This dissertation asks how democratic police reform shapes police legitimacy. It does so by examining three interconnected waves of police reform that occurred in the City of Buenos Aires, Argentina between 2010 and 2018. The first wave (2010-2016) was led by the National Security Ministry and involved an increase in political oversight of the Argentine Federal Police (PFA). The PFA had been the main police force in Buenos Aires for more than a century and, at the time reforms were initiated, was widely denounced as violent, corrupt, and inefficient. The second wave of reform (2010-2016) was led by the Buenos Aires City Government and involved the creation of a new, more modern force with a mandate for community policing: the Metropolitan Police. The PFA and the Metropolitan Police operated in parallel in Buenos Aires until they were merged, in 2017. The third wave of reform (2017-2019) was also led by the City Government and involved the launch of the City Police, comprised of 20,000 ex-PFA officers and 6,000 ex-Metropolitan officers. The launch of the City Police involved dramatic organizational changes, designed to accommodate the disparate internal structures of the PFA and the Metropolitan Police, and other measures aimed at modifying police practices to improve efficiency, criminal deterrence, and, ultimately, police legitimacy.
These three waves of police reform were democratic in terms of both means and ends. Each reform was led by elected political authorities and was guided by citizens’ most pressing security grievances. At the same time, reforms aimed to consolidate ‘democratic policing’ by improving the “operational efficiency and effectiveness” of the police while simultaneously strengthening their “democratic ethos and accountability” (Bailey and Dammert 2006, p. 2). Incrementally and cumulatively, these reforms significantly reduced some of the most egregious historical patterns of police misconduct and contributed to the professionalization of police activity in Buenos Aires. Despite this, the legitimacy of the City Police remains highly contested. What explains this outcome? And what does the analysis of democratic police reform in Buenos Aires reveal about similar processes in other metropolises of the Global South marked by memories of state-sponsored violence and high levels of socio-spatial inequality?
Empirically, I draw on over 100 interviews with differently-positioned actors with intimate knowledge of reforms, including police, public officials, activists, and academic experts. I also draw on data collected through direct observation of dozens of police trainings and local security forums. Theoretically, I conceptualize democratic police reform as a radical field upheaval that upsets established power dynamics and catalyzes new material and symbolic struggles which play out at within the “field of fields” of state power (Arnholtz & Hammerslev, 2013). I argue that, in large capital cities like Buenos Aires, democratic police reforms prompt material and symbolic struggles within the field of policing and in the space of overlap between the field of policing, the field of politics, the juridical field, and the field of organized crime. Through the detailed analysis of each wave of reform, I show how these fields were reconfigured through public deliberations and the “gray zone of politics” (Auyero, 2007) that connects police to politicians, judicial operators, and organized criminal groups through selective application of the law. I show how attention to field configurations can help explain not only the characteristics of reforms but also their effects on police practices, particularly violence and corruption.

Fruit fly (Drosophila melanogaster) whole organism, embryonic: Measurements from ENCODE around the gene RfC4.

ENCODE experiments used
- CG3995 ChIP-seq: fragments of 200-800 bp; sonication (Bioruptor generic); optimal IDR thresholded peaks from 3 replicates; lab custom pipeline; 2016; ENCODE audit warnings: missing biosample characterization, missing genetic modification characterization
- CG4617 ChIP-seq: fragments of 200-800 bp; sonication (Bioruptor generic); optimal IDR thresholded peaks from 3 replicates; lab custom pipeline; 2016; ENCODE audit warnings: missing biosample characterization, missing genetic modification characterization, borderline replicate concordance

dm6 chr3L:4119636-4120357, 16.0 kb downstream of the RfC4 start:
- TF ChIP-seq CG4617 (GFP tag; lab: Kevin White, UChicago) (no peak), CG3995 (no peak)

In parallel, I trace how these three waves of police reform were experienced and collectively interpreted by what I refer to as “fragmented urban publics.” I argue that in contexts of extreme socio-spatial inequality, like Buenos Aires, differently-situated actors have fundamentally distinct understandings of what is wrong with the police and, hence, what needs to be reformed. Moreover, they may disagree on the ‘right role’ of the police in regulating urban conflict. By prompting debate on these questions, democratic police reforms can reproduce or exacerbate pre-existing social divisions that cluster around class or political-ideological orientation. I conceptualize police legitimacy as a contingent, relational, and multi-dimensional social construct (Bottoms & Tankebe, 2012; Tankebe, 2013), which varies based on peoples’ habitual interactions with the police and their ideologically-mediated understanding of the ‘right’ role of the police. In light of this conceptualization, I argue that democratic police reforms can simultaneously strengthen police legitimacy among certain publics, while undermining it for others.